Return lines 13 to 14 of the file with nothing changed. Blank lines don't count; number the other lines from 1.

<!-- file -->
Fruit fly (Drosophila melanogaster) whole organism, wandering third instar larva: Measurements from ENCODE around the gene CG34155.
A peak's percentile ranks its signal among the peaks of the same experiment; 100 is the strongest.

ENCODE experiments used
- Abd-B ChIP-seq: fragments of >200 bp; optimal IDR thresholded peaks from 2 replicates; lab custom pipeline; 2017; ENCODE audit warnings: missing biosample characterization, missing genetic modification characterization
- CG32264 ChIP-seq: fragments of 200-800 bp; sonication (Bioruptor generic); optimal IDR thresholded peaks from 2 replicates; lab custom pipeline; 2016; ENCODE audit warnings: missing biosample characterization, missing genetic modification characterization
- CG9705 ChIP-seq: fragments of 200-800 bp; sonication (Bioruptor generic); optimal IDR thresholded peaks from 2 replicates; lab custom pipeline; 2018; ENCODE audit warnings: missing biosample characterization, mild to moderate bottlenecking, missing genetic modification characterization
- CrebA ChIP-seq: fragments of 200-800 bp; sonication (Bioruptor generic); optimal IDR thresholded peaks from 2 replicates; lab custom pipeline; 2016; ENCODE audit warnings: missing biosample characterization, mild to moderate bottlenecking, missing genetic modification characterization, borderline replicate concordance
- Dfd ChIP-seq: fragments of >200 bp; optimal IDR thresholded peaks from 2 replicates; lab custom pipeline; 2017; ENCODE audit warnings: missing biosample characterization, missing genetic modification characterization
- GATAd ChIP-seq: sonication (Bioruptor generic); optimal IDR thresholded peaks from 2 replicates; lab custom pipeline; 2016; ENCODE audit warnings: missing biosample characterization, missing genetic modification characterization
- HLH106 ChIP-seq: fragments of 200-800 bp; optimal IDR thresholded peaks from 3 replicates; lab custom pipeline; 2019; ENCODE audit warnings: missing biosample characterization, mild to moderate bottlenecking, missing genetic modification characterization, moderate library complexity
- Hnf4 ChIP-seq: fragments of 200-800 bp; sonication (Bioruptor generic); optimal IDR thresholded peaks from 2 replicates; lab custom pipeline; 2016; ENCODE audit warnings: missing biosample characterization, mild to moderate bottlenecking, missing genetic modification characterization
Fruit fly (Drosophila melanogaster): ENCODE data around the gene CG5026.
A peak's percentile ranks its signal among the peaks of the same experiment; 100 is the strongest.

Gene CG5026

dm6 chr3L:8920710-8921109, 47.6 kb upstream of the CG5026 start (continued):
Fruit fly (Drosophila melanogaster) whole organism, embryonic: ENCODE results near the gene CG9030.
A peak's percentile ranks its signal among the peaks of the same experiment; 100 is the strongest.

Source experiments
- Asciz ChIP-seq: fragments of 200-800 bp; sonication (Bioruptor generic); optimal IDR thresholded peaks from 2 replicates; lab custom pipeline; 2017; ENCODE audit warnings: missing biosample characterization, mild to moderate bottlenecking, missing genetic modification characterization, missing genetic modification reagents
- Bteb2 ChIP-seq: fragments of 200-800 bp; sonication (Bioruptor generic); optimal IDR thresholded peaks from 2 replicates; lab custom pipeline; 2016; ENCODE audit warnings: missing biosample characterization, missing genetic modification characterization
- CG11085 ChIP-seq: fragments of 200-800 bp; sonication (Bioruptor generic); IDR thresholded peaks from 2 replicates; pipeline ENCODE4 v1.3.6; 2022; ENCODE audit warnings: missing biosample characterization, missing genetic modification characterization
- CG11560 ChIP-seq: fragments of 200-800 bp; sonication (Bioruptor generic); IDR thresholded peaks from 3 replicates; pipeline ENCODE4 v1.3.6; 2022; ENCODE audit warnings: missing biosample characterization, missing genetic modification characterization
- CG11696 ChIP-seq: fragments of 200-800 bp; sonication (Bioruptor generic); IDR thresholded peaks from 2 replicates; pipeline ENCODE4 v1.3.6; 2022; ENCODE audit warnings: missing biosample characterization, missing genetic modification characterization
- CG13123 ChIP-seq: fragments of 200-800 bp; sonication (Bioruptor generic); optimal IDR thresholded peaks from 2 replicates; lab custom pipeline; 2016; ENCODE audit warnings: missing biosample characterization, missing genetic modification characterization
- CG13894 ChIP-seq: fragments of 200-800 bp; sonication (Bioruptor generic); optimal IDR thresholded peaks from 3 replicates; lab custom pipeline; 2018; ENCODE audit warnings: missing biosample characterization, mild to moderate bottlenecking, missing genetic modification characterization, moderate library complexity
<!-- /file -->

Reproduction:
A peak's percentile ranks its signal among the peaks of the same experiment; 100 is the strongest.

Gene CG5026